Groups such as the American Civil Liberties Union (ACLU) are aware of these threats and in October 2001 sent a letter to all House of Representative’s members, urging the bill’s defeat. In that letter, the ACLU said;
“While the bill contains provisions that we support, the American Civil Liberties Union believes that the USA Patriot Act gives the attorney general and federal law enforcement unnecessary and permanent new powers to violate civil liberties that go far beyond the stated goal of fighting international terrorism.”
Such protests were disregarded.
What is John Kerry’s stance on the Patriot Act? Kerry’s view on the Act may seem confusing, as senator for Massachusetts he voted for the Act, now he is against it. He feels that the Act has been mistreated. John Kerry is quoted as saying:
“I will replace the Patriot Act because the spirit of the law has been abused by the (John) Ashcroft Justice Department. I’ll scale back several provisions to assure our security doesn’t come at the expense of our civil liberties.”
He feels that we must make some changes:
“We must stop indefinitely detaining American citizens and give basic rights to those who are detained. American citizens should have the right to a lawyer and foreign citizens should be given the right to hearings to determine their status.”
“We need more oversight of ‘sneak and peak’ searches to assure strong safeguards on the use of roving wiretaps and seizing of library and business records.”
“We need to use terrorism laws to combat terrorism and not in ordinary criminal cases, or to send the FBI to churches or anti-war demonstrations.”
“We need to mandate regular reporting to Congress of all anti-terrorism activities and follow established protocols to privacy and security.”
One of the only sites that was positive toward the Patriot Act was titled Preserving Life and Liberty, and was run by the government. All of the other sites were either biased against or had non influenced information. But this particular site explains how the “Act Improves Our Counter-Terrorism Efforts in Several Significant Ways”. There are only four reasons depicted (1. The Patriot Act allows investigators to use the tools that were already available to investigate organized crime and drug trafficking, 2. The Patriot Act facilitated information sharing and cooperation among government agencies so that they can better “connect the dots”, 3. The Patriot Act updated the law to reflect new technologies and new threats, 4. The Patriot Act increased the penalties for those who commit terrorist crimes), and within these are subcategories.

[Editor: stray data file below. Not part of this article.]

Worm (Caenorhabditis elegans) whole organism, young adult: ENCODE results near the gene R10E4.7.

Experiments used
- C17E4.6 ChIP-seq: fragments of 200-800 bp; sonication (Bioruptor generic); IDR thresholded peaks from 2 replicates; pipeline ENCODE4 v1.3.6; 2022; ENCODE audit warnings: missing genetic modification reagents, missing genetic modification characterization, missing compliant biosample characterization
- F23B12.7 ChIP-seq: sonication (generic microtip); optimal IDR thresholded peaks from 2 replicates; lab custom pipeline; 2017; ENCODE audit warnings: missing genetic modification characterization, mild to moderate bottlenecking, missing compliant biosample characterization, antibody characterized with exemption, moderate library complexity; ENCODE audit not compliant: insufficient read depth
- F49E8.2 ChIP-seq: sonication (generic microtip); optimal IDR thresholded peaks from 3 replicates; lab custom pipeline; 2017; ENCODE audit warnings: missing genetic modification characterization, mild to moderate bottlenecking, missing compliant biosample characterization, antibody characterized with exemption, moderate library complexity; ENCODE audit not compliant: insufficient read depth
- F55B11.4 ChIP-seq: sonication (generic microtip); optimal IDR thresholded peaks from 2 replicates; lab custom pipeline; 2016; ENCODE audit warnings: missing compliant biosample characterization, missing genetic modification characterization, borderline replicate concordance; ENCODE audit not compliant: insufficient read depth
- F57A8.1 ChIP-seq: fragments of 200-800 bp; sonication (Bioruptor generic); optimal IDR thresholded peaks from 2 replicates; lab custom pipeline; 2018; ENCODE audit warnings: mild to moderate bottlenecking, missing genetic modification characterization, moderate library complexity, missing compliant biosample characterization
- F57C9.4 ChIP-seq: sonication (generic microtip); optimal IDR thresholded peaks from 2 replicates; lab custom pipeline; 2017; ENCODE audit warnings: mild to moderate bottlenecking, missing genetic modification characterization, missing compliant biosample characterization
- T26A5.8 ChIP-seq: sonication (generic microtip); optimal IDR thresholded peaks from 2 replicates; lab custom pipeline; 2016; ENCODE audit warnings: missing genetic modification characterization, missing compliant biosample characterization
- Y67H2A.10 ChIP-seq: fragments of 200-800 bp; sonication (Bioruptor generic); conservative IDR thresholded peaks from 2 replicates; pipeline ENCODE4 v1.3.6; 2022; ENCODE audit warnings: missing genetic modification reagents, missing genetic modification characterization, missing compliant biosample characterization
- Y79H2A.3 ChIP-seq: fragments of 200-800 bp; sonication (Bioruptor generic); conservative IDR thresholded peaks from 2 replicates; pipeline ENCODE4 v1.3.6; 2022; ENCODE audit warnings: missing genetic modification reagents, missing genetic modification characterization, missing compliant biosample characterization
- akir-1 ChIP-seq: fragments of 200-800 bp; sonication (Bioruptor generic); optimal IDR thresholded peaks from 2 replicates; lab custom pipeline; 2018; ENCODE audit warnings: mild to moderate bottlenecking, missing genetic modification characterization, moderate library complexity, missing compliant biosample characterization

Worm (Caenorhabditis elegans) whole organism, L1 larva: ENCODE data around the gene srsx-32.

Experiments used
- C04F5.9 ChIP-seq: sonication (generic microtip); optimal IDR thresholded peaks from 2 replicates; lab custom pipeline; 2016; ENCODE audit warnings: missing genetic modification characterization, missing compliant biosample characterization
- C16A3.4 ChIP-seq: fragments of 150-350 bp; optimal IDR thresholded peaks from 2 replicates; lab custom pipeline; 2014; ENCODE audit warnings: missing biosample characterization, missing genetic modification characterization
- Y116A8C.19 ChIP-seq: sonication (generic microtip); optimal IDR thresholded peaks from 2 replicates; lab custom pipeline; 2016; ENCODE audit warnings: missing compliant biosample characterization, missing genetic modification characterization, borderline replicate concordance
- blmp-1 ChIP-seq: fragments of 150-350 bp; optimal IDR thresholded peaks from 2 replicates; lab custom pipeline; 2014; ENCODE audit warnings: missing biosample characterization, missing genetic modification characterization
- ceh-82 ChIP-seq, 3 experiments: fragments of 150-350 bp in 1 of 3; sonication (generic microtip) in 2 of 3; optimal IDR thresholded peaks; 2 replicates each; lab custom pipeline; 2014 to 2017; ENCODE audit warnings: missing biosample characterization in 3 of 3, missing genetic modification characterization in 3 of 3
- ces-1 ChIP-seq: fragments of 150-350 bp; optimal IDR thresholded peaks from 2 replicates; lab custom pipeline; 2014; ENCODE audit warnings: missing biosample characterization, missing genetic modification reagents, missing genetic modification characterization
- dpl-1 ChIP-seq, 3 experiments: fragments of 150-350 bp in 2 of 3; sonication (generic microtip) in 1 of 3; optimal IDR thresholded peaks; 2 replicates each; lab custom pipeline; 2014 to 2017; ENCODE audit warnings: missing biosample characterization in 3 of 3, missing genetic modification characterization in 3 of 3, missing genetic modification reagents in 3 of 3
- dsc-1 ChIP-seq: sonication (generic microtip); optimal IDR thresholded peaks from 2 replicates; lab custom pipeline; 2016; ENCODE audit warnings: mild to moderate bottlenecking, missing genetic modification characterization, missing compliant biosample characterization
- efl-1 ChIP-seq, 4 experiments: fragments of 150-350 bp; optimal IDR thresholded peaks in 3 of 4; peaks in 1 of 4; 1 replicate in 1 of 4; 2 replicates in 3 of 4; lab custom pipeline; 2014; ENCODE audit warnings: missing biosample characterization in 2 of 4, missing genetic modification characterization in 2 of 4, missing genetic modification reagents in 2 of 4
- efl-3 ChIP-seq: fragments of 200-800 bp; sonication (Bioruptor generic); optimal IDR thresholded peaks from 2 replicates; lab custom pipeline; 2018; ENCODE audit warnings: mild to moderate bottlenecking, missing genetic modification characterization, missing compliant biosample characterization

What this site also does is cite a couple of lines from the Declaration of Independence:
“We hold these truths to be self-evident, that all men are created equal that they are endowed by their Creator with certain unalienable Rights, that among these are Life, Liberty and the pursuit of Happiness. That to secure these rights, Governments are instituted…”
I put “all men are created equal” in bold because the Patriot Act contradicts this statement. This Act makes it acceptable for the government to scapegoat foreigners. Particularly those from the Middle East area, who look like they are, or have an Arab or Muslim name. For example, Yusuf Islam (the artist formerly known as Cat Stevens) was barred from America. I also bolded “unalienable Rights” because they refer to the rights printed in the Constitution, which are clearly being violated by the Patriot Act. By the government legalizing this Act, it is taking away our unalienable rights to life, liberty, and the pursuit of happiness.